<img height="1" width="1" style="display:none;" alt="" src="https://px.ads.linkedin.com/collect/?pid=3749921&amp;fmt=gif">


Erika Petrelli
Erika Petrelli


Summer is just around the corner, and that means the multi-layered puzzle of “what to do with my children” is in full motion. I’ve been tinkering with vacation time, camps, grandparent time, activities, fun concerts, possible road trips, swim lessons, and more.

It’s a puzzle that’s quite complex, and seems to get even more complex with every passing day.

But the thing that is interesting to me is this: areas that seem like “problem spots”—places where I haven’t found a plan, or events that seem too difficult, or areas that seem fuzzy… the more I circle them and just let my mind roam, let my eyes scan the calendar, let my wheels turn—well, solutions and ideas are popping up everywhere. Each time I come back to it, another piece of the puzzle gets put in place.

I was thinking about that with a work project that recently seemed impossible to complete. At first, I was tempted to just throw my hands up and say “Well, I give up! That simply can’t be done.” But instead, I circled. I walked away (a very important first step to solution-finding, I’m discovering). Then I walked back and looked again. Then I walked away. Then I walked back. I looked at it from different angles, I let it float around my head, I just sat with it. And after a bit of circling, a solution started to emerge. What before was impossible soon started to feel possible. A puzzle, first in pieces, now complete.

Puzzles take time, patience, creative thinking, and multiple perspectives. To solve a puzzle, sometimes you have to move to the other side of the table. To solve a puzzle, sometimes you have to take it apart and begin again. Puzzles are problems that need solving, and the way to solve a puzzle is the way to solve any problem, it occurs to me.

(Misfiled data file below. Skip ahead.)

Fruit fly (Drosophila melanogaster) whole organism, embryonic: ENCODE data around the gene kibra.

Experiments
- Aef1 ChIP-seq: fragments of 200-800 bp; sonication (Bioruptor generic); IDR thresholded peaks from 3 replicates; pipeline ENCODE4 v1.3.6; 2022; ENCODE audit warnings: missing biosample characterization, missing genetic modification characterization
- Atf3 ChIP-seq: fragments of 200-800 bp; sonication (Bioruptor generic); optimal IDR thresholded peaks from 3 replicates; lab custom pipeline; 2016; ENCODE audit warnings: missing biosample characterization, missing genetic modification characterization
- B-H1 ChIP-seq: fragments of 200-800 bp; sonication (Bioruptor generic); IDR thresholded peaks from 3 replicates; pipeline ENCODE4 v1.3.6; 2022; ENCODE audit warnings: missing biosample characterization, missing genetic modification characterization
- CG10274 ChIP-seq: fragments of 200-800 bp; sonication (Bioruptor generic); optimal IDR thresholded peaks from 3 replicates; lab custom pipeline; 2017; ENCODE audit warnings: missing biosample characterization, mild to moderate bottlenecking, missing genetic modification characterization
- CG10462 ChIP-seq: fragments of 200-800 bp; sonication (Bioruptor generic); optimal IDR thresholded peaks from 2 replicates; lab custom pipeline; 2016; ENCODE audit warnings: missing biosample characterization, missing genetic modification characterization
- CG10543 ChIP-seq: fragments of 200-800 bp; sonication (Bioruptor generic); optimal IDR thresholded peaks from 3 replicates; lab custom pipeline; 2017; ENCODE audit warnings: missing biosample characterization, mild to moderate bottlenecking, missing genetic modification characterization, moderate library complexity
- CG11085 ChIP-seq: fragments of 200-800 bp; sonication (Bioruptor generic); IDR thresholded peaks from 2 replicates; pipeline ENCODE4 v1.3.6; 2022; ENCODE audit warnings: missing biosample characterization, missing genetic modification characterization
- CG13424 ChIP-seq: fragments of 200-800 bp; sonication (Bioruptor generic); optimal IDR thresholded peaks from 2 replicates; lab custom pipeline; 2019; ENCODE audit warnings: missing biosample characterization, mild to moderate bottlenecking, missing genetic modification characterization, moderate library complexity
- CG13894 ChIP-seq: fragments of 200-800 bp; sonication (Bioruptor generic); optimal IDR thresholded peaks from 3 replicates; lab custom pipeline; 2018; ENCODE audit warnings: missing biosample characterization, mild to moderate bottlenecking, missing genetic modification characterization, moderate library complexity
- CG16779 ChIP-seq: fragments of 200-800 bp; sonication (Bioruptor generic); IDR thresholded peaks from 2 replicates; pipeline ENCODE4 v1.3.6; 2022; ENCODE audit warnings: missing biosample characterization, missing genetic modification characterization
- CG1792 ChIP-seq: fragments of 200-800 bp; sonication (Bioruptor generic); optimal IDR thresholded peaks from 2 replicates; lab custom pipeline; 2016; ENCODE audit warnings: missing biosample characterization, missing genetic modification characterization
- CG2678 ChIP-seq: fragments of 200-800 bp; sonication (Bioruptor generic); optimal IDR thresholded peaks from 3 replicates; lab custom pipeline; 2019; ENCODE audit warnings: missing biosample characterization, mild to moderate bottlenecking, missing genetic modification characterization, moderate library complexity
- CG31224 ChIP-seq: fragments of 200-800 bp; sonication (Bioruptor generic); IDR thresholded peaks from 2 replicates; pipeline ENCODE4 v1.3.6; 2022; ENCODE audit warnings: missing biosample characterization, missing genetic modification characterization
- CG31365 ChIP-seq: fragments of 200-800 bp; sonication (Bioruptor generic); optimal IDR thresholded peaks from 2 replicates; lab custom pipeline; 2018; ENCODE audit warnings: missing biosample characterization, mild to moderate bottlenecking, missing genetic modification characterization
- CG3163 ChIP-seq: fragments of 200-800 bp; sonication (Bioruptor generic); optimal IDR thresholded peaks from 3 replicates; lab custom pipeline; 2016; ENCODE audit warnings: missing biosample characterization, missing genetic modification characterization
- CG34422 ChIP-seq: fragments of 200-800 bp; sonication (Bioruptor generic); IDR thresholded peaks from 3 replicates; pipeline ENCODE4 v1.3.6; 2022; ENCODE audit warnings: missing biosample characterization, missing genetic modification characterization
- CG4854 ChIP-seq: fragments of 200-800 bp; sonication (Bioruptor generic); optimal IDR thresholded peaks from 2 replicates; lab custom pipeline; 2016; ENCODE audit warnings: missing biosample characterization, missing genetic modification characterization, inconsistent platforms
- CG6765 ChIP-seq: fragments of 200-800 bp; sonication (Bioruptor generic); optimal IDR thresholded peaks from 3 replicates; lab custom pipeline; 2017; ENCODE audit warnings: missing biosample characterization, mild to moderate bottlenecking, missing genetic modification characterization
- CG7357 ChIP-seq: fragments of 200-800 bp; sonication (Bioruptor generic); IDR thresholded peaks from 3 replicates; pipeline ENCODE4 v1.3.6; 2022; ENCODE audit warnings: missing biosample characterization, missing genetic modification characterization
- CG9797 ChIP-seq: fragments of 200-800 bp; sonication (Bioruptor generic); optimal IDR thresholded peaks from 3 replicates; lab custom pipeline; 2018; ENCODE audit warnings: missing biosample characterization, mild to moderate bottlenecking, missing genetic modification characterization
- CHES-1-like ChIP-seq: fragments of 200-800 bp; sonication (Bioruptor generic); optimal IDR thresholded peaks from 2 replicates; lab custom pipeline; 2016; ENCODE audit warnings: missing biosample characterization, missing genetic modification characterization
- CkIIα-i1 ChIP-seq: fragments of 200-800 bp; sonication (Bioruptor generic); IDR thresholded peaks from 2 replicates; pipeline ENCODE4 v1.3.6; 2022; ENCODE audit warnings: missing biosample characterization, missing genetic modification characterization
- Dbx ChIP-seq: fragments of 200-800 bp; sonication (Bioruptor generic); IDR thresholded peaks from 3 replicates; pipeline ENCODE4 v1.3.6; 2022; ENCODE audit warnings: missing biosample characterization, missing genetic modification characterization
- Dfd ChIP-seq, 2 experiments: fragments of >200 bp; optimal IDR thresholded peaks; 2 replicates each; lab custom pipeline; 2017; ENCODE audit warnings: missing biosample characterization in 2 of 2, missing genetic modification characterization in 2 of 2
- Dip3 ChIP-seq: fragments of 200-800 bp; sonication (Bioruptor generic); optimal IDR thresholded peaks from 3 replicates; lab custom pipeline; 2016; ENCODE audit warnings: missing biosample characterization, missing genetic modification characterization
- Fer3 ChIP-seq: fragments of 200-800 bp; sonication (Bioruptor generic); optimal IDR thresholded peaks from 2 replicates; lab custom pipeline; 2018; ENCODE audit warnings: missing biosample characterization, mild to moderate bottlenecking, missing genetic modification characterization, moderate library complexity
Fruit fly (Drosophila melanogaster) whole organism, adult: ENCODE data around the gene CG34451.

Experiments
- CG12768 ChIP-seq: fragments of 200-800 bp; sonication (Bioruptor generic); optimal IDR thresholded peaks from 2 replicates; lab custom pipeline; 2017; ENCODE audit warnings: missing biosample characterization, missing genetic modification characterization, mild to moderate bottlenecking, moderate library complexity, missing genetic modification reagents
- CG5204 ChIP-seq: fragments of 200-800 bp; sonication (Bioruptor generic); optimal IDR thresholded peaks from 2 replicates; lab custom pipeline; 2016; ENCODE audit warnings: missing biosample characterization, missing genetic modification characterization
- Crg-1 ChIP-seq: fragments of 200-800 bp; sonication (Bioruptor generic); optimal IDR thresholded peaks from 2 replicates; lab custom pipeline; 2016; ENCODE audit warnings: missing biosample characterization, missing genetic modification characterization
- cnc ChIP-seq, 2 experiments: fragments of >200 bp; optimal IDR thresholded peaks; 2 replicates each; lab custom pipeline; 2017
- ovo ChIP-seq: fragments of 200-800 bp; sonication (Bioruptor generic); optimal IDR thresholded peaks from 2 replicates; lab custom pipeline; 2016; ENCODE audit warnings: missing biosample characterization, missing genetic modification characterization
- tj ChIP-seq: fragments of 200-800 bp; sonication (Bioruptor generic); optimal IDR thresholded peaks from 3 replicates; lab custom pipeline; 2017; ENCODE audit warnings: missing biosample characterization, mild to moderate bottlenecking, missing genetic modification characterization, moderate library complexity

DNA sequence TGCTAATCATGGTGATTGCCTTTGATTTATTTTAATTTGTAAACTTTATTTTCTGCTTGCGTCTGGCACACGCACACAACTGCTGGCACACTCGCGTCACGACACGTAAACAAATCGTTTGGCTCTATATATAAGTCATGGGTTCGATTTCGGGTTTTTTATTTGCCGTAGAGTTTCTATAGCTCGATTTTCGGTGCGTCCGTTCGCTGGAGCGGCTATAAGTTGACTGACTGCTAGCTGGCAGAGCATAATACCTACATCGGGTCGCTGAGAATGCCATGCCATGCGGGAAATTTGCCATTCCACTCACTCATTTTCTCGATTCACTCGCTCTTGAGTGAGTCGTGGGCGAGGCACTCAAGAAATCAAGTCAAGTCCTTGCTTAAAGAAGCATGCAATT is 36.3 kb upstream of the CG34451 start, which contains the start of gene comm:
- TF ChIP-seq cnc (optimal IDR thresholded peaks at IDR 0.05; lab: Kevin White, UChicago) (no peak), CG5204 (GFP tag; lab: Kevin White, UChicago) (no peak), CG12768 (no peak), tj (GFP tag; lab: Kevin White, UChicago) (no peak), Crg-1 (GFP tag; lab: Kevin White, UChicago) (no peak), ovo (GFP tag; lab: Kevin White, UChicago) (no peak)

When I’m faced with a path that isn’t clear, rather than A) give up altogether or B) doggedly dig my heels in to try and figure it out now, I’m always more successful in the end if I engage in the dance of advance and retreat, of expand and contract, of hold on and let go. This dance allow solutions to emerge and ideas to grow.

What puzzle can you circle back to today?


Interested in having Erika’s blog come directly to your e-mail each Tuesday? Have comments to share?  E-mail her at erika@tlpnyc.com.   Find all her previous blog posts at www.tlpnyc.com/author/erika

Erika Petrelli

By Erika Petrelli

Erika Petrelli is the Senior Vice President of Leadership Development (and self-declared Minister of Mischief) for The Leadership Program, a New York City-based organization. With a Masters degree in Secondary Education, Erika has been in the field of teaching and training for decades, and has been with The Leadership Program since 1999. There she has the opportunity to nurture the individual leadership spirit in both students and adults across the country, through training, coaching, keynotes, and writing. The legacy Erika strives daily to create is to be the runway upon which others take flight. If you enjoy these blogs, you should check out her interactive journal, On Wings & Whimsy: Finding the Extraordinary Within the Ordinary, now available for sale on Amazon. While her work takes her all around the country, Erika calls Indiana home.